LSU is just 1-8 the last two years against teams that finished the season nationally ranked in the final polls. That includes an 0-6 drought against Alabama, Florida and Ole Miss.
The meltdown on the sideline at the end of the Ole Miss game last season only intensified the fans’ disenchantment, many of them worrying this downward blip in the program was fast becoming a trend with no end in sight.
Miles’ message to the LSU fans is simple: He’s not happy, either, with what’s transpired the last two seasons and he's committed to righting the ship.
It’s the reason he’s overhauled both his offensive and defensive staff the last two years. It’s the reason he’s tweaked some things about this spring practice, in particular how competitive it's been at every position. The Tigers close the spring Saturday with their annual spring game (ESPN2/ESPN 360, 4 p.m. ET).
At the same time, Miles doesn’t believe the Tigers are that far away from winning another SEC title.
“I think we’re in step,” Miles said. “There’s a want to re-focus and be excellent. I think it’s in the coaching staff and the players, certainly. I think we should compete for the title, but I always think we should compete for the title.”
He understands the restlessness of the fans. It’s the nature of the job. But he also chooses not to immerse himself in it.
“I stay pretty insulated from it, to be honest with you,” Miles said. “I’m not a guy who gets on the Internet, nor am I a guy who entertains Internet chatter. I judge what’s going on in this program by what’s going on inside this building. Understanding that makes me have more of a comfort about the direction we’re headed.
“I think the perimeter in every program – the Floridas, the Oklahomas, the Alabamas, wherever the perimeter is -- doesn’t really have accountability. I promise you this: There’s nobody more critical of this program than myself.
“I like where we’re going.”
Mike Serio is one of those fans who is genuinely concerned, but he’s also not one of those fans who’s ready to push Miles out the door and start over.
Serio, who owns a popular po-boy and deli restaurant in New Orleans, is about as loyal as it gets. He’s been to 320 straight LSU football games (home and away) and hasn’t missed one since the 1983 season.
“I’m not one of those fans who’s going to knock down the team and get on the radio and run them down,” Serio said. “I don’t believe in that. I supported Les when he came in here, when he won the national championship, and I still support him. But deep down, I’m disappointed in what’s happened to the program the last couple of years. It hurts me to say it, but we just haven’t looked like a very well coached team at times.”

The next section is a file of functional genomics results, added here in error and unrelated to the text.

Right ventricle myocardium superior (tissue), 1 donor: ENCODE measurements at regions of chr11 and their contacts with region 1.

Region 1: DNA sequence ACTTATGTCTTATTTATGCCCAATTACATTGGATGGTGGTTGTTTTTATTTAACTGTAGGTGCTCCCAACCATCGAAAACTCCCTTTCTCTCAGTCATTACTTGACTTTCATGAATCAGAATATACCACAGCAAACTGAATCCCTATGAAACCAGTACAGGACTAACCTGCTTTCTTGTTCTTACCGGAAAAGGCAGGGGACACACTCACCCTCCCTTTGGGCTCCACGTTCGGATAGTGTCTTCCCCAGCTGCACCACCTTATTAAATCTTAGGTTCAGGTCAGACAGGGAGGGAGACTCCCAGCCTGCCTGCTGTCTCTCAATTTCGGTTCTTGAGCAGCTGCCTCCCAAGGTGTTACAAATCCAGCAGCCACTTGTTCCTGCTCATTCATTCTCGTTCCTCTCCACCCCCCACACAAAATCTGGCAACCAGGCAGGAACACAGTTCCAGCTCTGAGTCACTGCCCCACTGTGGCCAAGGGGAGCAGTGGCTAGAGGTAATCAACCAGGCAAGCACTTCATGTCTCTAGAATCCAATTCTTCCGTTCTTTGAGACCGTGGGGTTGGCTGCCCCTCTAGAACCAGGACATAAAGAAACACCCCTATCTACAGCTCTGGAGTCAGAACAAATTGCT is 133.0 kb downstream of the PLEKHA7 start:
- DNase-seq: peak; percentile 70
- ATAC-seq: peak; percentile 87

Serio said there are some fans who will never give Miles the credit he deserves for winning the national championship and are hung up on the fact that he won primarily with players recruited by Saban.
“I think he did a good job coaching those teams, especially all he had to deal with his first year with the hurricanes," Serio said. "He also did some things Nick never did here, like having two good seasons in a row. It was a little more up and down when Nick was here.”
While Miles might be hesitant to classify this as a crossroads season for the program, many of the fans aren’t.
“I can tell you one thing that won’t happen with LSU football is that it will be allowed to hit rock bottom before a change is made. Those days are over,” Serio said. “Les just needs to regain his focus. The program needs to regain its focus. In a lot of ways, I think they got fat and happy after that championship.
“I’m still behind them, but this is an important year.”
The LSU players insist they feel more excitement than pressure, many of them pointing out that they were two or three plays away last season from being an 11-win team.
“A lot of people are sleeping on Coach Miles. A lot of people are sleeping on us,” LSU running back Stevan Ridley said. “We’ve had the athletes here the last couple of years. We just haven’t been able to put it together. We lost a quarterback [Ryan Perrilloux] we thought we were going to have and a freshman had to come in and play for us. That set us back a little bit.
“But we have the players here. There’s no doubt about that. The games we lost last year were close games. We’re right there. I know we lost a lot of players, but I honestly think we’re going to be a better team. Nobody’s spot is guaranteed, and we’re hungry to get back to where LSU is supposed to be."
Senior middle linebacker Kelvin Sheppard was around to taste the national title in 2007. He's determined to taste it again.
"We’re very close, as in tomorrow close," Sheppard said. "It’s just a matter of us putting all the pieces together, because we’ve got them. I can’t wait for this upcoming season."
Posted by ESPN.com's Ivan Maisel
1. After Michigan coach Rich Rodriguez announced Sunday that he expects to use all three quarterbacks -- junior Nick Sheridan and true freshmen Tate Forcier and Denard Robinson -- against Western Michigan, he reminded Wolverine fans to take the long view. "I have an extreme lack of patience, too," Rodriguez said. How much the freshmen play, he said, will be determined in "really the first half of the season." In other words, those expecting a quick fix will be disappointed.